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Corporal Kris Barker, a soldier with Edmonton’s Princess Patricia’s Canadian Light Infantry, First Battalion, who served over eight years with slain Lieutenant Justin Boyes, stands by his friend’s body yesterday in Saskatoon. (GEOFF HOWE/Geoff Howe for The Globe and Mail)
Corporal Kris Barker, a soldier with Edmonton’s Princess Patricia’s Canadian Light Infantry, First Battalion, who served over eight years with slain Lieutenant Justin Boyes, stands by his friend’s body yesterday in Saskatoon. (GEOFF HOWE/Geoff Howe for The Globe and Mail)

Canadians embrace new role for military Add to ...

There's no doubt that Canadians have developed a full-blown, if heartbreaking, romance with their soldiers - and, it can be argued, a more robust sense of the country's place in the world. They have become modern-day action heroes, fighting the Taliban in lethal skirmishes, chasing pirates off the Somali coast, providing a worthy air escort for the Olympic torch across the ocean. But it's an awkward love affair.

And if Canadians have accepted - and even come to admire - a military that is more muscular, they are still more comfortable with Joe, the Canadian of that decade-old beer ad who declared: "I believe in peacekeeping, not policing."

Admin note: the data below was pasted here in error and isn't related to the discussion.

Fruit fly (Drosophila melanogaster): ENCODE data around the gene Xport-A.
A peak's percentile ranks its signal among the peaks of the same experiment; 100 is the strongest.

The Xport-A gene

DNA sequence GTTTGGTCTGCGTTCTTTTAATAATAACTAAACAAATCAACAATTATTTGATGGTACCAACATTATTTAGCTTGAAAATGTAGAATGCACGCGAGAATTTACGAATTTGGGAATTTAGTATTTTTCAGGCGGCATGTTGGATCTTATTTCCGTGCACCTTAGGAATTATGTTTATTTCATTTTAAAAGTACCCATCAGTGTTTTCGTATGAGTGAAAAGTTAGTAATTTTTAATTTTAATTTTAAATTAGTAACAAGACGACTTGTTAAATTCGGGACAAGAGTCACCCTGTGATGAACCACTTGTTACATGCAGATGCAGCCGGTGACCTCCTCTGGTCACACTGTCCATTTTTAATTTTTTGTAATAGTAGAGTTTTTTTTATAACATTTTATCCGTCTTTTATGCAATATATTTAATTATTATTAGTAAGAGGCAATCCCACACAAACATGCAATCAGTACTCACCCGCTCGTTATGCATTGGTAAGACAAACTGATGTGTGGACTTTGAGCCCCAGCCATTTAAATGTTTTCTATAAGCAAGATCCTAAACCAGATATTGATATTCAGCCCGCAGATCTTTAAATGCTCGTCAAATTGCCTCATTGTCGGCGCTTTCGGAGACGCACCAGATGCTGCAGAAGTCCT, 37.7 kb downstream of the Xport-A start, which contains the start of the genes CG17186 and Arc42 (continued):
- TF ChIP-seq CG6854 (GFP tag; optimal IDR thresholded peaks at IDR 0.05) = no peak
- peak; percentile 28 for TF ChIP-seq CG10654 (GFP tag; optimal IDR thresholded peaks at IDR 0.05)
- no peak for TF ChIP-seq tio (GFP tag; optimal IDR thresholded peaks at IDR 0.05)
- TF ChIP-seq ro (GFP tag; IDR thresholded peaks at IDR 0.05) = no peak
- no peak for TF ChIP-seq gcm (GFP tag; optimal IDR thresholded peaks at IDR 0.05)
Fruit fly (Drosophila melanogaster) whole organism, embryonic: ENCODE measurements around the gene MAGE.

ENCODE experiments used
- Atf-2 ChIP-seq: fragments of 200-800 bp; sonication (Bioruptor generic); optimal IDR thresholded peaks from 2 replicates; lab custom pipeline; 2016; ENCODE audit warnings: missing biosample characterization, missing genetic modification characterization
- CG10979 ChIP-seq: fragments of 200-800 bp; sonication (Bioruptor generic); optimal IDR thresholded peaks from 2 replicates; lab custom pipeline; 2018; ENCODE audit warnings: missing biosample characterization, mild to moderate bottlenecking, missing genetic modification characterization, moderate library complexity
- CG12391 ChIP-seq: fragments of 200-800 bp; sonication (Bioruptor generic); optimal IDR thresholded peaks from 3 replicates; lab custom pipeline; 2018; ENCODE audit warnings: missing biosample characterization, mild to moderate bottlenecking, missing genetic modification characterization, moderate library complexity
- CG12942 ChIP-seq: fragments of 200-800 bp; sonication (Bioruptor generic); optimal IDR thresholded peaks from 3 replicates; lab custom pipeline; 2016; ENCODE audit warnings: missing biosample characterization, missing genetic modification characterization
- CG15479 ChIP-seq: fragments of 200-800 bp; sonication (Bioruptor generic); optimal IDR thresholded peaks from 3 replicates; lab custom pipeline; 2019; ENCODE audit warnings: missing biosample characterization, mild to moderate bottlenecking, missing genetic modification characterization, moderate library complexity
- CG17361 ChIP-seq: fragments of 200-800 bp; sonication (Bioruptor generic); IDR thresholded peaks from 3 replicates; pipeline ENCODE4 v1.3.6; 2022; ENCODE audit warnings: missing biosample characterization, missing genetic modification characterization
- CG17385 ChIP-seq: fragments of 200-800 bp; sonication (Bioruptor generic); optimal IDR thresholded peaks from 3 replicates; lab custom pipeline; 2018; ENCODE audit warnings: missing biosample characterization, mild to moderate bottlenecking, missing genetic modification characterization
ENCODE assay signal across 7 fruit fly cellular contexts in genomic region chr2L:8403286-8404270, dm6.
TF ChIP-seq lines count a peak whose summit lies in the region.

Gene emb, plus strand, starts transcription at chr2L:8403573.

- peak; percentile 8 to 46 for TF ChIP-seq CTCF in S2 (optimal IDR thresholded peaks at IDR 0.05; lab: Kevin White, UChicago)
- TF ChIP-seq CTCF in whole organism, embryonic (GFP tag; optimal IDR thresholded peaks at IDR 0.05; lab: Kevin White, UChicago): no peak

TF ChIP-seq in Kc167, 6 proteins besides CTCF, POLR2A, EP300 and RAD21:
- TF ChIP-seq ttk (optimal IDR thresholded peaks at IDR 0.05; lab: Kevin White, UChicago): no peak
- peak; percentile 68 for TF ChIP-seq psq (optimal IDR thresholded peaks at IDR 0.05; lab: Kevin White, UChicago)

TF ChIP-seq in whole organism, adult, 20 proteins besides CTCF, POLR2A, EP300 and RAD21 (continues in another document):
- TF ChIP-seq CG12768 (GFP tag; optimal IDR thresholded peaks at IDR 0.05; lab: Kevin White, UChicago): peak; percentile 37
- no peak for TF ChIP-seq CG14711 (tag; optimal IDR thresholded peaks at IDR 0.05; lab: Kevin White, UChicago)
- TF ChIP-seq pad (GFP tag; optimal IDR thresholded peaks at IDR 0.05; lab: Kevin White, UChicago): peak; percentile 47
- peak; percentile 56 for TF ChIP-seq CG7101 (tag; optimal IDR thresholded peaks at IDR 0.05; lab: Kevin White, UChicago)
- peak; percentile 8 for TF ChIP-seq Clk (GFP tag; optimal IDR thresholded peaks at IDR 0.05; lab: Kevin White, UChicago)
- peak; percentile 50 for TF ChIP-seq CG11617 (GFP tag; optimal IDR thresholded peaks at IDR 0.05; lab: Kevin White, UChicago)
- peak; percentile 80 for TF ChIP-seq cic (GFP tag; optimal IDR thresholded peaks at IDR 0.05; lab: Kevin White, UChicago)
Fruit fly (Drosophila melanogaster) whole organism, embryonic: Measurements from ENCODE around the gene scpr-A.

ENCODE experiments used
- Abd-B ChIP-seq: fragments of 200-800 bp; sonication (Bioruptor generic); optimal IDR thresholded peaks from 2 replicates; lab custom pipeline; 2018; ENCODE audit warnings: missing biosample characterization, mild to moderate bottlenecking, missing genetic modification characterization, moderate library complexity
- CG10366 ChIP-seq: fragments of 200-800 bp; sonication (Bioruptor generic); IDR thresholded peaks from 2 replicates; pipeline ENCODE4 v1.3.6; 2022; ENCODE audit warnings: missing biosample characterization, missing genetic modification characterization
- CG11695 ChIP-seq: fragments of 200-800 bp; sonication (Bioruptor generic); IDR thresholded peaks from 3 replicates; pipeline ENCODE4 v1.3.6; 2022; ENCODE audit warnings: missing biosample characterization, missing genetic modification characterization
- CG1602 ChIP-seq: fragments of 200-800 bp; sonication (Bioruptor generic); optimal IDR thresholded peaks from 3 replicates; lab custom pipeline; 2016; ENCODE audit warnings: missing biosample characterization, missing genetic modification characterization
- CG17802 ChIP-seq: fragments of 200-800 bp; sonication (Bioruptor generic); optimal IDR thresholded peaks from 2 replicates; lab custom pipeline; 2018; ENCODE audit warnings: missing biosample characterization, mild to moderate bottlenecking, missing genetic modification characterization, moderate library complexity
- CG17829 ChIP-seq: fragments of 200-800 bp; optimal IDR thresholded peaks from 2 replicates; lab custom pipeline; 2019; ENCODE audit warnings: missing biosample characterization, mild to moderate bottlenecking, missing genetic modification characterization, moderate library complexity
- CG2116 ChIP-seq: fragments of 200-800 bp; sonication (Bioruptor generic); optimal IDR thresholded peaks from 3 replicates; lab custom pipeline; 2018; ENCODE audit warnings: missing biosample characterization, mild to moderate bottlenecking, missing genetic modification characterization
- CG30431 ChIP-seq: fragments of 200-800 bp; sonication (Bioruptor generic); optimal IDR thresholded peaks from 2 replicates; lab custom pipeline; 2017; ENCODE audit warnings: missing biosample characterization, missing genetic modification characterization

But after decades of keeping the peace, our soldiers have become police - immersed in a deadly combat mission which, according to several polls, a majority of Canadians oppose. While tending to accept that their soldiers should stay in Afghanistan to the 2011 deadline, a war-shy public will be hesitant to commit to a future of grieving over the Highway of Heroes, however renewed their patriotism. Afghanistan, some analysts say, may be the country's last war, at least for a while. So a hard conversation looms when the fighting side of the mission ends two summers from now: Welcome home, brave soldier. But where and how will you serve next?

"The question facing Canadians - and it's very important - is what do we want to do with a better armed, better equipped, better funded military," says Janice Stein, director of the Munk Centre for International Studies at the University of Toronto. "Are we willing to use it? That's the debate that's coming."

For a country shaped over the past 50 years by its peacekeeping identity, that means a truth-telling: "Classic peacekeeping of the kind where you interpose yourselves between two armies and play volleyball in the middle, that's gone." Now wars are fought inside countries between armies and militants, and civilians are killed deliberately. In Afghanistan, Dr. Stein observes, "we can talk about it as a reconstruction mission or stabilization mission, but that actually involves fighting and dying. [That makes]many Canadians uncomfortable still."

Canadians largely support a military presence in Canada's north, but that's a matter of "standing on guard" for sovereignty, not advancing into war. As Dr. Stein says, "Nobody is going to die in combat in the Arctic."

The military - particularly under the outspoken command of Rick Hiller, now retired as chief of defence staff and promoting his autobiography across the country - has been quite deliberate in self-promotion, and successful, to a point. "If the key icons of the 80s were things like medicare and the CBC, the military became the new icon of the 21st century," says pollster Frank Graves, president of the social research firm EKOS. Once the Afghanistan mission began, "the military became the most recognizable face of the federal government," he said.